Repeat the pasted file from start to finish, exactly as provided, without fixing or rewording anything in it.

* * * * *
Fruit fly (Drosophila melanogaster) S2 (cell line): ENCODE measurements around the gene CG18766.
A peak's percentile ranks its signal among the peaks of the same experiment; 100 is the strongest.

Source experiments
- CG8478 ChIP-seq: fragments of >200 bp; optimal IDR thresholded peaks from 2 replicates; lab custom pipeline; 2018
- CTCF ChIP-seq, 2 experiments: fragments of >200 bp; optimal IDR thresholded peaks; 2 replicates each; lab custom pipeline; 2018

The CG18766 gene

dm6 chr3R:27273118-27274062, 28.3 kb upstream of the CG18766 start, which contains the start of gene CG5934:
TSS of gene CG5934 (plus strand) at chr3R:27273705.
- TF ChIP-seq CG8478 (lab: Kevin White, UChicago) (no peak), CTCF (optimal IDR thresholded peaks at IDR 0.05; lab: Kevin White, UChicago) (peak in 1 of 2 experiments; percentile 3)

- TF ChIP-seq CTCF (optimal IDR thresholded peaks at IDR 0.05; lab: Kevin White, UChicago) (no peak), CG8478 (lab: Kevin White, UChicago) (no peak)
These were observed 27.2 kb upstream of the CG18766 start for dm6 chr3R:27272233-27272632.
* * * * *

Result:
Fruit fly (Drosophila melanogaster) S2 (cell line): ENCODE measurements around the gene CG18766.
A peak's percentile ranks its signal among the peaks of the same experiment; 100 is the strongest.

Source experiments
- CG8478 ChIP-seq: fragments of >200 bp; optimal IDR thresholded peaks from 2 replicates; lab custom pipeline; 2018
- CTCF ChIP-seq, 2 experiments: fragments of >200 bp; optimal IDR thresholded peaks; 2 replicates each; lab custom pipeline; 2018

The CG18766 gene

dm6 chr3R:27273118-27274062, 28.3 kb upstream of the CG18766 start, which contains the start of gene CG5934:
TSS of gene CG5934 (plus strand) at chr3R:27273705.
- TF ChIP-seq CG8478 (lab: Kevin White, UChicago) (no peak), CTCF (optimal IDR thresholded peaks at IDR 0.05; lab: Kevin White, UChicago) (peak in 1 of 2 experiments; percentile 3)

- TF ChIP-seq CTCF (optimal IDR thresholded peaks at IDR 0.05; lab: Kevin White, UChicago) (no peak), CG8478 (lab: Kevin White, UChicago) (no peak)
These were observed 27.2 kb upstream of the CG18766 start for dm6 chr3R:27272233-27272632.